John Ostrander: Old Star Trek Tech

John Ostrander

John Ostrander started his career as a professional writer as a playwright. His best known effort, Bloody Bess, was directed by Stuart Gordon, and starred Dennis Franz, Joe Mantegna, William J. Norris, Meshach Taylor and Joe Mantegna. He has written some of the most important influential comic books of the past 25 years, including Batman, The Spectre, Manhunter, Firestorm, Hawkman, Suicide Squad, Wasteland, X-Men, and The Punisher, as well as Star Wars comics for Dark Horse. New episodes of his creator-owned series, GrimJack, which was first published by First Comics in the 1980s, appear every week on ComicMix.

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4 Responses

  1. You might want to read Jeffrey Deavers recent attempt at James Bond. A good portion of his mission was spent downloading apps and
    Looking into his IPhone as opposed to doing James Bond stuff. When I emailed him to ask to not write another JB story he mentioned that even the Fleming stories didn’t have any more action in them than his story did. So as far as Star Trek goes …. Maybe the TV series ended before the phone and app industry kicked off. And the movies have focused more on the story line than the minutiae . Just thinking out loud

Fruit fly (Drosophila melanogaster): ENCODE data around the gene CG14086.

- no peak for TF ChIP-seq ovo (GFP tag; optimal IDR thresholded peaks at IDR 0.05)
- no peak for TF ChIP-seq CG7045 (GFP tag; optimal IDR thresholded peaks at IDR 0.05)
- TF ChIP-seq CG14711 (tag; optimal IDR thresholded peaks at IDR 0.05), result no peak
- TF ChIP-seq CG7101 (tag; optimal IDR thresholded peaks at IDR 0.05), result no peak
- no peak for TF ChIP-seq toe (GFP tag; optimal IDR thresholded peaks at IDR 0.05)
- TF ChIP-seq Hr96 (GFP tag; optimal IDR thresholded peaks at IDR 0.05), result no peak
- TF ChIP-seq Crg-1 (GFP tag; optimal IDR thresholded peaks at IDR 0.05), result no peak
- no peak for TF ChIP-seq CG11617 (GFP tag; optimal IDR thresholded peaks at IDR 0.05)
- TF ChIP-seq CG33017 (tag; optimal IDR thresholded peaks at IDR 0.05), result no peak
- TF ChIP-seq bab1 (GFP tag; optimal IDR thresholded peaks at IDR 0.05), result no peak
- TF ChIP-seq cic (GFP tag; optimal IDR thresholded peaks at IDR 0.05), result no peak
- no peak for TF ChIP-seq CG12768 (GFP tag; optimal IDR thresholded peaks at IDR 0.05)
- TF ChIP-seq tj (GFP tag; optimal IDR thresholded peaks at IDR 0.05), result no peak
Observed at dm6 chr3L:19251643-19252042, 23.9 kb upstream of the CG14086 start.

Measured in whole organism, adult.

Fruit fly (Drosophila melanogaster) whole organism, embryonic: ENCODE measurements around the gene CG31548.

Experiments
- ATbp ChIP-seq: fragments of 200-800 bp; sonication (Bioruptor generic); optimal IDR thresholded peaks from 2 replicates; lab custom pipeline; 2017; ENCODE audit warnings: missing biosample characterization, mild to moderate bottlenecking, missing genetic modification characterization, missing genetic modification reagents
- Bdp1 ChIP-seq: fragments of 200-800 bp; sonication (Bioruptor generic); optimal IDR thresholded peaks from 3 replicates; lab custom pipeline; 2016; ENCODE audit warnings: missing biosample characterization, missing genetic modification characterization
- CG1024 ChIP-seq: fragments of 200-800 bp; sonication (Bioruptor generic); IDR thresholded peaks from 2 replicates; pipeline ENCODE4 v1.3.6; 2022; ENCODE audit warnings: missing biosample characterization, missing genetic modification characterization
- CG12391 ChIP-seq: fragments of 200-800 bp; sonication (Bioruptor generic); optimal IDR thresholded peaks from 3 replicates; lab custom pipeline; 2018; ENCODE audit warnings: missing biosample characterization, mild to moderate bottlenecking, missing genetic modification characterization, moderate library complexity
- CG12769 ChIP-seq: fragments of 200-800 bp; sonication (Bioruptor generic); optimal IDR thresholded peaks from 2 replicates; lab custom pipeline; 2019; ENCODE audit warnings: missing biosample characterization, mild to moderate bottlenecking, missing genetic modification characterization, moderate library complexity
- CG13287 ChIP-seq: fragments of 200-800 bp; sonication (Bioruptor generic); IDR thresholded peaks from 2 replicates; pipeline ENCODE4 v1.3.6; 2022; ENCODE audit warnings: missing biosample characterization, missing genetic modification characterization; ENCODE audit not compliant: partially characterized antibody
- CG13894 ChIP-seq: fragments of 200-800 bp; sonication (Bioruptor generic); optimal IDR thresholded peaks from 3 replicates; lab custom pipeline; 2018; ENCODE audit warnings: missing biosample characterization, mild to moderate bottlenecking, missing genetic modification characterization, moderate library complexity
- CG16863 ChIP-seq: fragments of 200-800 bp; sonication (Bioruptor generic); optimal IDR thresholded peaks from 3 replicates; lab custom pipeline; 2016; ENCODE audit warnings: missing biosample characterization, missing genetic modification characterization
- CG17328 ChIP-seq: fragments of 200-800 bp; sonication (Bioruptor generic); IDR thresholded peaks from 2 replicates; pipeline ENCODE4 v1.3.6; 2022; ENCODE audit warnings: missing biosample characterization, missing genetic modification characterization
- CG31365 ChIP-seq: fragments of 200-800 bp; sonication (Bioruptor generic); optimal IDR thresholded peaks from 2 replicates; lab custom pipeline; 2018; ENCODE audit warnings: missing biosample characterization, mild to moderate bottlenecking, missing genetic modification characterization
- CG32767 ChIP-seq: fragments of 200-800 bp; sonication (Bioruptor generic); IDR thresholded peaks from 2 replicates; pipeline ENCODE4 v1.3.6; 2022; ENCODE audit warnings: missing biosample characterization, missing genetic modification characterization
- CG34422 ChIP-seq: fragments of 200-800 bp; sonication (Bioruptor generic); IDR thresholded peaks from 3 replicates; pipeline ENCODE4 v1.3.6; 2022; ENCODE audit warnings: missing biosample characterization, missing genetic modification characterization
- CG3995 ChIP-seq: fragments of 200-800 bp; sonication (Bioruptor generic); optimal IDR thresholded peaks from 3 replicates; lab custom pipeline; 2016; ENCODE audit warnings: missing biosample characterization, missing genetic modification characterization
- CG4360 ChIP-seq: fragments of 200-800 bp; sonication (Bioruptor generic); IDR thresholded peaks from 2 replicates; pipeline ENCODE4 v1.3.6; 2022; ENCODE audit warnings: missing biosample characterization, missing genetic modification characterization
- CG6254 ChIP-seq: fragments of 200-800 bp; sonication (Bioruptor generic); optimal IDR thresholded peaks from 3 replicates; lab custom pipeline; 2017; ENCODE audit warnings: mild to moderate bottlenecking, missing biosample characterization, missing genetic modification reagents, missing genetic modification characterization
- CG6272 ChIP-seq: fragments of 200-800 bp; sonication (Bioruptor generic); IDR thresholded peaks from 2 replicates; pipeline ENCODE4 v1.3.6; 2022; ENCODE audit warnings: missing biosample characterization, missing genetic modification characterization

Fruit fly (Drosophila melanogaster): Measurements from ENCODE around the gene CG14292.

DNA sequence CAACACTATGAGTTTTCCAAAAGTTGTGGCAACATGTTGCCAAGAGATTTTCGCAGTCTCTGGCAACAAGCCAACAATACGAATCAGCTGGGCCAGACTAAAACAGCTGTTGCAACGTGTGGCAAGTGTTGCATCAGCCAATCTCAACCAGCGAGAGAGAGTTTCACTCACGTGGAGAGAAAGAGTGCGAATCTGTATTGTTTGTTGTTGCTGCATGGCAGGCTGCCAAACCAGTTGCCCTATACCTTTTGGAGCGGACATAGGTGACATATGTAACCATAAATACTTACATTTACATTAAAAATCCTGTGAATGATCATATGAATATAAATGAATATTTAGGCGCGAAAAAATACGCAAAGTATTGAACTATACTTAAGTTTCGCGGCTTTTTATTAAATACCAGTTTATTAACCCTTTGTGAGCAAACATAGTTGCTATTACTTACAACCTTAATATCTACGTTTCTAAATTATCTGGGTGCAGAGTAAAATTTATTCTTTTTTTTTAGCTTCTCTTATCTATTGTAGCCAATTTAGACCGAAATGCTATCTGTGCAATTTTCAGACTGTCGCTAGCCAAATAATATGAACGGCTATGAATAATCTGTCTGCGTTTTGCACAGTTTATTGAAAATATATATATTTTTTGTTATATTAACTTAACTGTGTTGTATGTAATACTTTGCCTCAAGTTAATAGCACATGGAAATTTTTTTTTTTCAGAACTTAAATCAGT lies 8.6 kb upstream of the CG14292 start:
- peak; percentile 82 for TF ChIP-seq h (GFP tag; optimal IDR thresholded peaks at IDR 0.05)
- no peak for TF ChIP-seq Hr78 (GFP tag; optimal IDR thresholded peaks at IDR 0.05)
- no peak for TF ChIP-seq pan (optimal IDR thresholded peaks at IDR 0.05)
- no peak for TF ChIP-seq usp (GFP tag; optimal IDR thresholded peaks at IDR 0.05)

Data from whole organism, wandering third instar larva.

2. Gene Ha says:

    I’m not going to even pretend to defend the ‘realism’ or logic of Star Trek technology. There are a hell of a lot of hallway phaser fights that could have been ended with a WWII grenade.

    I take J. J. Abrams and Next Generation Star Trek as examples of retro-futurism. Just like any reboot of Flash Gordon or Buck Rogers has technology that doesn’t make sense. It’s part of the charm, part of the space opera tradition.

    While mounting a grenade launcher under a phaser RIFLE would make perfect sense, it ruins the fun of the series for me when they get all “special ops”: the invasion of Klingon space in Into Darkness and all of the Next Generation movie Insurrection. Those are awful stories.

    Complaining is easy: how would YOU integrate futuristic AV gear into a Star Trek setting? Seriously, I bet you have some interesting answers. What would the equipment look like? How would it change the stories? What story possibilities does it open up?

  3. Why don’t we have video phones as a default? I mean right now? We have the technology, we have (close to) the required bandwidth. It’s just because for most calls, voice is enough. Heck, we don’t even use voice that much, everybody’s texting. When we’re in a nice chair, or having a long protracted conversation, we’ll pull up Skype, and have that face to face. But most of the time, voice or a few tested and abbreviated words will do.

    Seems like that might be the case in a couple centuries. I wouldn’t be surprised if the new communicator did do video, but as an option.

    We can come up with all these clever theories we like, but we all know the reason is ” ’twas ever thus”. This is how it looked in the original series, if they tried to change it substantively, they’d catch hell for it. Heck, they tried to update the tech in the movies and they got bitched at. Remember that big belt buckle all the outfits had in the first film? That was a mini sickbay sensor – it was supposed to constantly beam medical data back to the ship, and the wrist communicator was slaved to it. Nobody liked it, so wonder of wonders, the handheld returned in the second film.

  1. July 22, 2014

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